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Outrages & Insights

Buffalo’s financial picture is cause for alarm



The city has been borrowing money and spending down reserves to cover costs—an unsustainable practice.

 

Jim Heaney is editor of Investigative Post, a nonprofit investigative reporting center based in Buffalo.

 


 

Byron Brown has a reputation as being a good financial manager. That may have been true earlier in his thirteen-year tenure as mayor, but, in recent years, he has brought the city to the edge of serious fiscal problems. City government, with Brown at the helm and the Common Council in tow, has burned through $107 million in reserves in the past eight years, half of it in the past two years alone. It’s been paying its bills since the first of the year in part by—get this—borrowing money from the Board of Education. Yes, it’s come to that.

 

City Hall faces a deficit of up to $27 million in the fiscal year that ended June 30 and is confronted with the prospect of having to borrow to balance the books or tap into $38 million reserved for emergencies that the City Charter says should not be used for balancing budgets.

 

Give Brown credit for managing the expense side of city government—perhaps too well when you consider spending on quality-of-life programs like parks and recreation is bare bones. And increased school aid? Forget it.

 

Where the mayor and the ever-compliant Common Council have gone wrong is on the revenue side. They have doggedly refused to raise property taxes, the largest source of revenue the city can access. That may be good politics on one level, but it has proven to be fiscally irresponsible. Add to that the city’s reliance on one-shots and revenue streams that haven’t panned out.

 

“They’re overestimating the revenue—selling all kinds of real estate, making all kinds of projections that don’t mirror what’s happened in the past,” Fillmore District Councilman David Franczyk tells Investigative Post. “The revenue coming in is much lower than [they’re] projecting.”

 

The city had grown used to the state bailing it out with annual increases of operating aid, but those days are over, thus the reliance on dipping into reserves. That’s what happens when you don’t fix a structural deficit. 

 

Unfortunately, city officials have not learned from their mistakes. As documented by Geoff Kelly, my colleague at Investigative Post, the city proposes to balance its books the current budget year with revenues Kelly describes as “tentative, maybe, never going to happen.” 

 

The Brown budget, for example, counts on $11 million in casino revenue tied up in a legal dispute with the Seneca Nation; $2 million from the sale of so-called zombie properties even though there are no laws on the books authorizing such sales; and $752,000 in ticket taxes that count on, among other things, a surcharge on Sabres tickets that the team’s lease on KeyBank Center specifically prohibits. The wishful thinking could come to as much as $21 million.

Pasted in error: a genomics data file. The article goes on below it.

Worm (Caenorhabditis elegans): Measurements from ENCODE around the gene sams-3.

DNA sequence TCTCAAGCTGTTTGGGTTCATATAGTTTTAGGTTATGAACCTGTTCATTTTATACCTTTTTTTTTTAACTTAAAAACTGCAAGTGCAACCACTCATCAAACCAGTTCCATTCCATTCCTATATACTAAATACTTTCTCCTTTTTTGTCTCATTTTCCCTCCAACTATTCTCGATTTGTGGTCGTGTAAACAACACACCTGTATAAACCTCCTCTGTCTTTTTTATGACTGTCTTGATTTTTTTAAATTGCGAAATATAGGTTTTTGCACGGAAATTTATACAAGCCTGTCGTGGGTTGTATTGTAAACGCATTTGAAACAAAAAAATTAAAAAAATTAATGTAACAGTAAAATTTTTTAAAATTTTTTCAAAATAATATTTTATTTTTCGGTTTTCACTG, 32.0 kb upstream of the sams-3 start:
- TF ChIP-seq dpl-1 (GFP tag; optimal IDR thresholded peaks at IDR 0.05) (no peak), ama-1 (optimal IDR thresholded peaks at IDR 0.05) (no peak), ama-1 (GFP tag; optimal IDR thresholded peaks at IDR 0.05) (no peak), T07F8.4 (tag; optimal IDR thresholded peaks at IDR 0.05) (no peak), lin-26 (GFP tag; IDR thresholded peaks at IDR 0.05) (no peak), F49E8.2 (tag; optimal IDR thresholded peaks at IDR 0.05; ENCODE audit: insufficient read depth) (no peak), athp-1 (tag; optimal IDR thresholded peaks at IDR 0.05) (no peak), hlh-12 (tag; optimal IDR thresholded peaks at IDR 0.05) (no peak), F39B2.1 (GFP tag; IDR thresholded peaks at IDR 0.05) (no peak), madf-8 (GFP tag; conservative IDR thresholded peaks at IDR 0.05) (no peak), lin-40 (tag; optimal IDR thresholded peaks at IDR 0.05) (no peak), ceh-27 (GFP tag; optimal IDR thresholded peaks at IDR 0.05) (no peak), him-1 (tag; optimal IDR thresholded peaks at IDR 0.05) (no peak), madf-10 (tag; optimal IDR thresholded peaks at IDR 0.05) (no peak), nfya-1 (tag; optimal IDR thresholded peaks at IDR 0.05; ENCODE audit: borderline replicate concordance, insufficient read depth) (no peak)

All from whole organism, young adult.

Not that the mayor and Council seem alarmed. How else can you explain their decision this spring to give themselves big pay raises? While Brown and Council members deserve the lion’s share of the blame for the city’s worsening financial plight, Buffalo’s fiscal control board bears some responsibility. It’s supposed to keep the city on the straight and narrow. It hasn’t. 

 

The control board is costing the city about $1 million a year and what we’re getting for our money is a sleeping watchdog. The city has burned through $57 million in reserves in two years: what’s it going to take for the board to start doing its job?

 

Until it does, or the Council does its, the problems will continue. Don’t expect Brown to wake up; he’s the Alfred E. Newman [What, me worry?] of City Hall when it comes to this stuff. 

 

Keep in mind that, all the talk of Buffalo’s renaissance notwithstanding, Buffalo remains a poor city. I’m not talking about its population, although that is certainly the case. Rather, its government is on the dole. State aid accounts for thirty-two percent of its operating revenue and eighty-six percent of its school district budget.

 

Add it all up and Albany is providing Buffalo with seventy percent of its operating funds, totalling just shy of $1 billion a year. We’re a ward of the state, and that won’t even begin to change until Brown and his yes men on the Council start making the hard decisions necessary to balance the city’s books.

 

 

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